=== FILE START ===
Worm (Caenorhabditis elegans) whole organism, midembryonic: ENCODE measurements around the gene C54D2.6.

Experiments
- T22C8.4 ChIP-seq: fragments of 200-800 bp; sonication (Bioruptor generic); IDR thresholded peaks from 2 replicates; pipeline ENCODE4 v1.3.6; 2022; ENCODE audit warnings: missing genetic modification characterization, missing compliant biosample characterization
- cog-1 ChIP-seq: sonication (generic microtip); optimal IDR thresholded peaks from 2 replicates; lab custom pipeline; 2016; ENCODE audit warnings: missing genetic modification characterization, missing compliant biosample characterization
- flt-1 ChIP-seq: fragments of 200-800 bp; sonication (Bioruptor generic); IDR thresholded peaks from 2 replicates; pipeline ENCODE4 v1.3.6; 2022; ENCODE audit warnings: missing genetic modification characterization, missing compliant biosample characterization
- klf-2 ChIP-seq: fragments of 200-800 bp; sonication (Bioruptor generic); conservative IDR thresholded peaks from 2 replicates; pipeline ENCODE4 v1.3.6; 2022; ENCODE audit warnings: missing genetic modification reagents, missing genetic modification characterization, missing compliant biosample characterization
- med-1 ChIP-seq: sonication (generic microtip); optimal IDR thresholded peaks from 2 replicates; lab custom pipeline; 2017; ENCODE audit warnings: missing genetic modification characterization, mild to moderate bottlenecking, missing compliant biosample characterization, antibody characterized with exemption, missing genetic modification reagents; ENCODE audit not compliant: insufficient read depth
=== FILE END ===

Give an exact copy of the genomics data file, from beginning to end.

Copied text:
Worm (Caenorhabditis elegans) whole organism, midembryonic: ENCODE measurements around the gene C54D2.6.

Experiments
- T22C8.4 ChIP-seq: fragments of 200-800 bp; sonication (Bioruptor generic); IDR thresholded peaks from 2 replicates; pipeline ENCODE4 v1.3.6; 2022; ENCODE audit warnings: missing genetic modification characterization, missing compliant biosample characterization
- cog-1 ChIP-seq: sonication (generic microtip); optimal IDR thresholded peaks from 2 replicates; lab custom pipeline; 2016; ENCODE audit warnings: missing genetic modification characterization, missing compliant biosample characterization
- flt-1 ChIP-seq: fragments of 200-800 bp; sonication (Bioruptor generic); IDR thresholded peaks from 2 replicates; pipeline ENCODE4 v1.3.6; 2022; ENCODE audit warnings: missing genetic modification characterization, missing compliant biosample characterization
- klf-2 ChIP-seq: fragments of 200-800 bp; sonication (Bioruptor generic); conservative IDR thresholded peaks from 2 replicates; pipeline ENCODE4 v1.3.6; 2022; ENCODE audit warnings: missing genetic modification reagents, missing genetic modification characterization, missing compliant biosample characterization
- med-1 ChIP-seq: sonication (generic microtip); optimal IDR thresholded peaks from 2 replicates; lab custom pipeline; 2017; ENCODE audit warnings: missing genetic modification characterization, mild to moderate bottlenecking, missing compliant biosample characterization, antibody characterized with exemption, missing genetic modification reagents; ENCODE audit not compliant: insufficient read depth